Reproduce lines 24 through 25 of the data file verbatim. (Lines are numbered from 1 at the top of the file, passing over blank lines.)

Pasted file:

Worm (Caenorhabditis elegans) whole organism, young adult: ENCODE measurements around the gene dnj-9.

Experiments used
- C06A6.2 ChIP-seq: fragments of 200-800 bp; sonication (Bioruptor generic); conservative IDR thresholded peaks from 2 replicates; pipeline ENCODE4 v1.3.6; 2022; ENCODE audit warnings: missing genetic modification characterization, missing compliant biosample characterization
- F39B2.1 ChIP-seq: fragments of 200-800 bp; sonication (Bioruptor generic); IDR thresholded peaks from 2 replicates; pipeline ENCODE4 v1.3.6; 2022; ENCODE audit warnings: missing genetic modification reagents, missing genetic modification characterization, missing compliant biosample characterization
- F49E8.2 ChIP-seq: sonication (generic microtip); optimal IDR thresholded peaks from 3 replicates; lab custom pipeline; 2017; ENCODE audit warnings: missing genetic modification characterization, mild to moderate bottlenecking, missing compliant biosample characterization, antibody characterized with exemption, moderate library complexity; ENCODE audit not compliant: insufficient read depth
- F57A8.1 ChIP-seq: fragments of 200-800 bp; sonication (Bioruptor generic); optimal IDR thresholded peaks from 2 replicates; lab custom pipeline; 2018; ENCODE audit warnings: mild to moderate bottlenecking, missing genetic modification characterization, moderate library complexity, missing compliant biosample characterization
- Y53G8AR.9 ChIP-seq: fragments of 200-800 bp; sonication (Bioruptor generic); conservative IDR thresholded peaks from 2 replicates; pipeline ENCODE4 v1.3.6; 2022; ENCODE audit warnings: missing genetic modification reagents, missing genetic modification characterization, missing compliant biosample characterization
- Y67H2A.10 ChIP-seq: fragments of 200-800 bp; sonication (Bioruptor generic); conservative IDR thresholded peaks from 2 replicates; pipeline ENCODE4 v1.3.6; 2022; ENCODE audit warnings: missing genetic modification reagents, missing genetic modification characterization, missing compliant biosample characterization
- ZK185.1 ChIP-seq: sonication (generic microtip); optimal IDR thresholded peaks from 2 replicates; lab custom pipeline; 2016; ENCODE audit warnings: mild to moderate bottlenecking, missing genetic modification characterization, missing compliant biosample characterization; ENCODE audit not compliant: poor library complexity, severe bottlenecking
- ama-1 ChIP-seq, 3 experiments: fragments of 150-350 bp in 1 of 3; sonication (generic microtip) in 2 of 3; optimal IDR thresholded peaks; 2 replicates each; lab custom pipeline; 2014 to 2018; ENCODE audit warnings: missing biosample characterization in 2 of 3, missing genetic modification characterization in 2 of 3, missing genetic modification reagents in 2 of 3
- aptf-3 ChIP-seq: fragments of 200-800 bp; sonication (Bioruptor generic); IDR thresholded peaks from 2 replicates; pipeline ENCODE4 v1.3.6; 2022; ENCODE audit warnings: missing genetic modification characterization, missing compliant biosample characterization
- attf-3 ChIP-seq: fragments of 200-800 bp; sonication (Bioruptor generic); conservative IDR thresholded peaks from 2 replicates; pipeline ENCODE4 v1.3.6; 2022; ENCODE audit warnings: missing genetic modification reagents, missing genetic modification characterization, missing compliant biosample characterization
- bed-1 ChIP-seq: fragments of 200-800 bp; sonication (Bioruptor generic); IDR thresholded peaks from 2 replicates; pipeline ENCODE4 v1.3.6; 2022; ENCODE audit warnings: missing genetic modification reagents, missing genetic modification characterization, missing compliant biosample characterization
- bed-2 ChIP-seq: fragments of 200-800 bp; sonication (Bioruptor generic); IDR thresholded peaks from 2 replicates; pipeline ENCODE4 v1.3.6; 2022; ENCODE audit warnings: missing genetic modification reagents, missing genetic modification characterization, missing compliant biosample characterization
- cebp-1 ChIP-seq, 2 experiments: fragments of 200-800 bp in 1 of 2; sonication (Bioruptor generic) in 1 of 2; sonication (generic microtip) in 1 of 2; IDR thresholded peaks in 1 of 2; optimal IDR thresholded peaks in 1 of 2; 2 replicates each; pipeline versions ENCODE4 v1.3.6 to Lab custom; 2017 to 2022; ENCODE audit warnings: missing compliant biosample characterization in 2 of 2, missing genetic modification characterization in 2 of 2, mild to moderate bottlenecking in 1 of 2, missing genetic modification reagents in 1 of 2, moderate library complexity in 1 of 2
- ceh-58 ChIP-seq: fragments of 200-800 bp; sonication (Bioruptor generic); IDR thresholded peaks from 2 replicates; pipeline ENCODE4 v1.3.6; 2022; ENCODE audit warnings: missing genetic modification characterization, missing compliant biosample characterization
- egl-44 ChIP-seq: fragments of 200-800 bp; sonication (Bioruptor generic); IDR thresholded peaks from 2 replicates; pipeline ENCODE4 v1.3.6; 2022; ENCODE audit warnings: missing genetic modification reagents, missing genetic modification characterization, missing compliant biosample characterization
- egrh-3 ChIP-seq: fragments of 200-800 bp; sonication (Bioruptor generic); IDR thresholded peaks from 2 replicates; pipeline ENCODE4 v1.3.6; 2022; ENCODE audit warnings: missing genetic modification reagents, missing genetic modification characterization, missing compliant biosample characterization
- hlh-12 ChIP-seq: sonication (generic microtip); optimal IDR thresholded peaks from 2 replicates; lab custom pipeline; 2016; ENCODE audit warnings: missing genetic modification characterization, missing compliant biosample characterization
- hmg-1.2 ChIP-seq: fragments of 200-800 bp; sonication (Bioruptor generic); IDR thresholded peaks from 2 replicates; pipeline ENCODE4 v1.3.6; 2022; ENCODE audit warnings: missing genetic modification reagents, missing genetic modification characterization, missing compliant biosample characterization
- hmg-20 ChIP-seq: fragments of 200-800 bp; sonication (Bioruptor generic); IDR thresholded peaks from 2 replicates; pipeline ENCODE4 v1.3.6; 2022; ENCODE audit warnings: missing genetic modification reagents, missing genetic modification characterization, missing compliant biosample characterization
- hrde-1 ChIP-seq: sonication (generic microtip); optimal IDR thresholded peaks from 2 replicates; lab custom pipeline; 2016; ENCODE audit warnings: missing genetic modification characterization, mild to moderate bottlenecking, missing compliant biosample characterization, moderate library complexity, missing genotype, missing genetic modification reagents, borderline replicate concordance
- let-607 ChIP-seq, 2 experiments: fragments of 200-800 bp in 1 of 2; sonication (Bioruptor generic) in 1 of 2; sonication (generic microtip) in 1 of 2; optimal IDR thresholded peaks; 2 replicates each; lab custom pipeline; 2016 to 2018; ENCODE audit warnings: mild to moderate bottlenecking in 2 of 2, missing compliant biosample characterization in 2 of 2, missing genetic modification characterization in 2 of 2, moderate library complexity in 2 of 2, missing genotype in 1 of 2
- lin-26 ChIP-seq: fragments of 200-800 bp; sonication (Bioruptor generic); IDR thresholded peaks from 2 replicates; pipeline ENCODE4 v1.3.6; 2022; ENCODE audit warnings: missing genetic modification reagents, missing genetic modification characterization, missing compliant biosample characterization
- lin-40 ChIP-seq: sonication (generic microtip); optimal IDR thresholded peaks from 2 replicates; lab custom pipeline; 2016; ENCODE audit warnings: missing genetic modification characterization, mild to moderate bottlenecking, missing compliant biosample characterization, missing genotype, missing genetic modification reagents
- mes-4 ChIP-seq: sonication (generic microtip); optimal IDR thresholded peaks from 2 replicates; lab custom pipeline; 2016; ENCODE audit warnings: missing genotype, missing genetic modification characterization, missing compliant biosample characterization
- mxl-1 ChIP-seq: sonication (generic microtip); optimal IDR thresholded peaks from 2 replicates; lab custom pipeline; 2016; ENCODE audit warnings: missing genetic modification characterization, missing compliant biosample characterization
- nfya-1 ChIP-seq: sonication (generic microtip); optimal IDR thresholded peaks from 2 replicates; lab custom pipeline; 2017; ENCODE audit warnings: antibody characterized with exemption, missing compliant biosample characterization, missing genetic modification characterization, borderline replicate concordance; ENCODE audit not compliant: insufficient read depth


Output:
- lin-26 ChIP-seq: fragments of 200-800 bp; sonication (Bioruptor generic); IDR thresholded peaks from 2 replicates; pipeline ENCODE4 v1.3.6; 2022; ENCODE audit warnings: missing genetic modification reagents, missing genetic modification characterization, missing compliant biosample characterization
- lin-40 ChIP-seq: sonication (generic microtip); optimal IDR thresholded peaks from 2 replicates; lab custom pipeline; 2016; ENCODE audit warnings: missing genetic modification characterization, mild to moderate bottlenecking, missing compliant biosample characterization, missing genotype, missing genetic modification reagents